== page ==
See, one of the problems with those who have attempted to deal with Driscoll just on doctrinal terms is they don't always necessarily understand the doctrines they're talking about. Maybe they do, but sometimes they latch on to some pet doctrine they're already into and make that the reason for Driscoll's demise. Anyone who seriously proposes that Mark Driscoll went astray for not properly adhering to the regulative principle is just a regulative principle junkie who all too often has no meaningful firsthand knowledge of what the culture was like, let alone ever met Mark Driscoll. For folks who are hung up about Mark Driscoll's "limited unlimited atonement" (conventionally identifiable as Amyraldianism to theology wonks) that, too, isn't really an indicator. Prophets, priests and kings the problem? Mark Driscoll transforming those categories into a stupid neo-Calvinist MBTI profiling tool isn't the same thing as the Westminster Confession outlining how because Christ fulfilled the roles of prophet, priest and king He is our perfect savior who is God and man.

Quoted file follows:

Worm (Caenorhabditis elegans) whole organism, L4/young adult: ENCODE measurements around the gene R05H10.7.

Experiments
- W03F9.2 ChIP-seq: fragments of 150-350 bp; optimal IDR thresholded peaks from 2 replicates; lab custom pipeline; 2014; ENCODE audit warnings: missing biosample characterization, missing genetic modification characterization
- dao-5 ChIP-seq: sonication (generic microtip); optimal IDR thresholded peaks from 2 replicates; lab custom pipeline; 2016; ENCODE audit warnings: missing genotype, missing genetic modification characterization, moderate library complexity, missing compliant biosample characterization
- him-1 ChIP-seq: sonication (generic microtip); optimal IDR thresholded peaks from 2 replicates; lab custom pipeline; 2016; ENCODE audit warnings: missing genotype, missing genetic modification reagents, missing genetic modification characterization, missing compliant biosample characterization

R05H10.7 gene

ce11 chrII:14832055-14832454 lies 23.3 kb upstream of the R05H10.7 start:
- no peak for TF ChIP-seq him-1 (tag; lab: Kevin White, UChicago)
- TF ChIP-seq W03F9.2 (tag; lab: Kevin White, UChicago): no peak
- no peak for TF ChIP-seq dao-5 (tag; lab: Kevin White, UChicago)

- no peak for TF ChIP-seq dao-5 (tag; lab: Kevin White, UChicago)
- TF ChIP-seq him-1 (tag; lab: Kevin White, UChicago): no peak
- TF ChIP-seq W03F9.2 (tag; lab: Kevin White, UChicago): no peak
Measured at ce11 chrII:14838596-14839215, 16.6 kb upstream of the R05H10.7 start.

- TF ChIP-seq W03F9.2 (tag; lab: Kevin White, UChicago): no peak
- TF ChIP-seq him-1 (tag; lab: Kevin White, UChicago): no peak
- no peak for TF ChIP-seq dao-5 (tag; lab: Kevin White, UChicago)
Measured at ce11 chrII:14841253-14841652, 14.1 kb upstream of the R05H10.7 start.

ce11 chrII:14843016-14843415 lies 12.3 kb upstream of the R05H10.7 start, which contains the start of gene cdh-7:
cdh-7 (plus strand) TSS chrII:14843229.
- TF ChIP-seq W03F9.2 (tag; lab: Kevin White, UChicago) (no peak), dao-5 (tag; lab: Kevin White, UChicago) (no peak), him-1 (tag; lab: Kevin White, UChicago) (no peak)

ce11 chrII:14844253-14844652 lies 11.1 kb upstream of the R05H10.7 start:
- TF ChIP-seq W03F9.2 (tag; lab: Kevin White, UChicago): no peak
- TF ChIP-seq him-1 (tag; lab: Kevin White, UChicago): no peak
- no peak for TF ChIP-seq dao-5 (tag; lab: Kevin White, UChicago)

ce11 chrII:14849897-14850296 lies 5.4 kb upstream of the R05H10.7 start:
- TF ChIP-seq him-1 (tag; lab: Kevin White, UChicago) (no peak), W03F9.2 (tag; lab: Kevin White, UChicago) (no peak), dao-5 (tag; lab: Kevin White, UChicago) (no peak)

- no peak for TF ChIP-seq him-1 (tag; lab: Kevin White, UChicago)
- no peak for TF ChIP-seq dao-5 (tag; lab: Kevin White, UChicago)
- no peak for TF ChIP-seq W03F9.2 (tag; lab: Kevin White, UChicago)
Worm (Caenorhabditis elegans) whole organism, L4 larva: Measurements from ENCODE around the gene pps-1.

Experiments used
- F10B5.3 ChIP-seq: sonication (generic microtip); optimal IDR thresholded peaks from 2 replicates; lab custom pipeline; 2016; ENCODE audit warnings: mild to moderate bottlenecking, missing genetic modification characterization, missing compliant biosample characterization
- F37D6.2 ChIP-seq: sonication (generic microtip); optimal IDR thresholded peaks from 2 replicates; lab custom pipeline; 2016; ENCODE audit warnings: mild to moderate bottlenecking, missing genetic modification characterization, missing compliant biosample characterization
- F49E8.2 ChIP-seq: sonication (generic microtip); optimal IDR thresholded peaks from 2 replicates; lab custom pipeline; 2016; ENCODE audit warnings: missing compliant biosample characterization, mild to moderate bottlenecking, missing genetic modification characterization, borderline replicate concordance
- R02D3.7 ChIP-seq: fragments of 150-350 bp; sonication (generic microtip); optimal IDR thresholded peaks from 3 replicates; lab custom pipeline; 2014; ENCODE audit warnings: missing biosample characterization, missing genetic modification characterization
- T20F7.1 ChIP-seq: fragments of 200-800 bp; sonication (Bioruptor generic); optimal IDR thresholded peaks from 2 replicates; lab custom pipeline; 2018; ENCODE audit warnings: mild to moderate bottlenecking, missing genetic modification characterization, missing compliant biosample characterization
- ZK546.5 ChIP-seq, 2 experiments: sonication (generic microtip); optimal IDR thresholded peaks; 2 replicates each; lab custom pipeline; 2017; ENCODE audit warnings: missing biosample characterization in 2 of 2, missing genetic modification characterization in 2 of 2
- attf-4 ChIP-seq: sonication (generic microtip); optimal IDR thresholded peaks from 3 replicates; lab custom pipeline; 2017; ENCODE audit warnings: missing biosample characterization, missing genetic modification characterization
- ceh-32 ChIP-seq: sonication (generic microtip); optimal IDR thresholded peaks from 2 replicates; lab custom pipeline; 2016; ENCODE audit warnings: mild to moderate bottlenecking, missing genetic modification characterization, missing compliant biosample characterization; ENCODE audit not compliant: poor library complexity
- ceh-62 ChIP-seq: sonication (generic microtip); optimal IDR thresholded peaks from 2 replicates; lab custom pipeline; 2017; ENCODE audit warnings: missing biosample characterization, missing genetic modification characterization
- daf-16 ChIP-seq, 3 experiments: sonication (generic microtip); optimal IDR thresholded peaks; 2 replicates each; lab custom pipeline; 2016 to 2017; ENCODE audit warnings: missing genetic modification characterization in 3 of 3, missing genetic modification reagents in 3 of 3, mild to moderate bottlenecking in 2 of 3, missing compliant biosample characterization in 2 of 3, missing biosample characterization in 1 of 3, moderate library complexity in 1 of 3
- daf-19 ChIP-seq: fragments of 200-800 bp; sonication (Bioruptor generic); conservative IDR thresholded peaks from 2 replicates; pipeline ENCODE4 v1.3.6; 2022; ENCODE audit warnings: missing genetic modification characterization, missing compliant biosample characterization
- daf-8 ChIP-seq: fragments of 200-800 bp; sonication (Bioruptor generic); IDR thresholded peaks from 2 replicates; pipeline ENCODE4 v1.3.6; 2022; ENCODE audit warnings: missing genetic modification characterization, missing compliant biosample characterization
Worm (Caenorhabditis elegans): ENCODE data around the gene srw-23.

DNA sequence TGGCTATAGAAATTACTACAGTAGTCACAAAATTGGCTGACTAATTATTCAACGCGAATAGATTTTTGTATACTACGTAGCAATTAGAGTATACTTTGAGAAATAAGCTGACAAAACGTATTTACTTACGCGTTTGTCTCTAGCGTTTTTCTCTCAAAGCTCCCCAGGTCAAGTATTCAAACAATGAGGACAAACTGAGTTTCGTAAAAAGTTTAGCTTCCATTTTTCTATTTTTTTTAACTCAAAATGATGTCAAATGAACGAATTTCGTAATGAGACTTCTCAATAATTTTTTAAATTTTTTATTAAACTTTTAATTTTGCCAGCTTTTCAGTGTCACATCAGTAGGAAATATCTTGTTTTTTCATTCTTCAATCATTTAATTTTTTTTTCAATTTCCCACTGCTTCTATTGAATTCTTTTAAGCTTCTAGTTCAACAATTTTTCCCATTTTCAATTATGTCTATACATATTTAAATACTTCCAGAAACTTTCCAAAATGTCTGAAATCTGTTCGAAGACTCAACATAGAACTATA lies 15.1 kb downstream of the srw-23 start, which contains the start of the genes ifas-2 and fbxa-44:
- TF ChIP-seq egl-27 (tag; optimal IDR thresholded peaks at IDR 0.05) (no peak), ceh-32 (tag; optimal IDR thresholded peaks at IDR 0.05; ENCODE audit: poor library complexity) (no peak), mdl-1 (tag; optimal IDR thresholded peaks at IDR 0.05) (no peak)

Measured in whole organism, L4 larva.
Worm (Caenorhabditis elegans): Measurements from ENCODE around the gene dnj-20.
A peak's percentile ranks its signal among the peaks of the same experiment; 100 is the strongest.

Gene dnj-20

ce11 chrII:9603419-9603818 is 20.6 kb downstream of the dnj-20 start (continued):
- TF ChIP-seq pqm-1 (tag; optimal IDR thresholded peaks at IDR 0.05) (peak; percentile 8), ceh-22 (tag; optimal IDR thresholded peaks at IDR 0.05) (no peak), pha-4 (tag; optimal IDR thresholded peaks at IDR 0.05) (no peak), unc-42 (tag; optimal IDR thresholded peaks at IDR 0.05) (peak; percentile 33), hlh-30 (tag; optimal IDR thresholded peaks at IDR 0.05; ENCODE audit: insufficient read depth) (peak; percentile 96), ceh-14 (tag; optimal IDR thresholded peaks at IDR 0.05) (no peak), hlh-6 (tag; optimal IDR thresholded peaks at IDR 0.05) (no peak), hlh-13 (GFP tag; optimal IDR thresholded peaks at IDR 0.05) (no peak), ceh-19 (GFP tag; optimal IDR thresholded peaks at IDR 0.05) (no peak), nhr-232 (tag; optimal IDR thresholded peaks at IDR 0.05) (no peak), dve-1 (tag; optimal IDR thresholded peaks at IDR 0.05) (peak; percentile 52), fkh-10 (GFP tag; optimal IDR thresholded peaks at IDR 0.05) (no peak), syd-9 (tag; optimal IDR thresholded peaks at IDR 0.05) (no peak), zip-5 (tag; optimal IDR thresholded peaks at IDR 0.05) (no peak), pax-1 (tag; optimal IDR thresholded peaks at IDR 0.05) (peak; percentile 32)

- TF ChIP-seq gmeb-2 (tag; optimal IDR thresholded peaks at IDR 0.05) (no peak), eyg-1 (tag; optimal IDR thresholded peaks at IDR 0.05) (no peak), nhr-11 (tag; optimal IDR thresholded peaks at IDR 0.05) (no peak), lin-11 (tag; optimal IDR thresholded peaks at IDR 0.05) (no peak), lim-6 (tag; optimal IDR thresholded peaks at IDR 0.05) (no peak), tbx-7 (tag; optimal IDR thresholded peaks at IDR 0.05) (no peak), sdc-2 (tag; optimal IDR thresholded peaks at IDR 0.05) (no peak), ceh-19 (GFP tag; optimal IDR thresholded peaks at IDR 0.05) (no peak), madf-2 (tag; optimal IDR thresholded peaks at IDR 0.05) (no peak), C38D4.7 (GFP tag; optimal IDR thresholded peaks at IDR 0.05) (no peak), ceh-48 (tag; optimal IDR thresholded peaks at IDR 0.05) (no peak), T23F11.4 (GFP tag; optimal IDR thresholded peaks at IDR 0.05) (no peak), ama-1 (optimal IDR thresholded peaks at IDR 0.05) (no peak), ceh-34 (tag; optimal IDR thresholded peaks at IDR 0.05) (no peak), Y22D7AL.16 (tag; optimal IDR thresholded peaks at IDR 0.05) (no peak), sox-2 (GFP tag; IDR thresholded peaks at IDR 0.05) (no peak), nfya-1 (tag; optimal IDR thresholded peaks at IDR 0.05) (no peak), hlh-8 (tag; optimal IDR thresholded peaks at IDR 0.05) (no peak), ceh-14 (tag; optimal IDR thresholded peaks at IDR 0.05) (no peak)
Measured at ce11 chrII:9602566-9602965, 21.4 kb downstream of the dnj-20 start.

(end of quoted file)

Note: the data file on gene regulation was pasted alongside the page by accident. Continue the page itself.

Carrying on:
Some folks might decide that if they don't endorse the same atonement theories as a guy like Driscoll that's the difference. It's not. Back in the 2005 atonement series Driscoll praised a dozen explanations of the atonement and said they are all necessary and vital for a fully-orbed Christian walk. It's one of the very few things Driscoll's preached from the pulpit Wenatchee The Hatchet would agree with now.
Of course there are basically three broad categories of atonement--the ransom/champion model; the satisfaction model (from which penal substitutionary atonement is a derivative); and the moral influence or christus exemplar model. These are just metaphors that are gateways into reflecting on the life and work of Christ.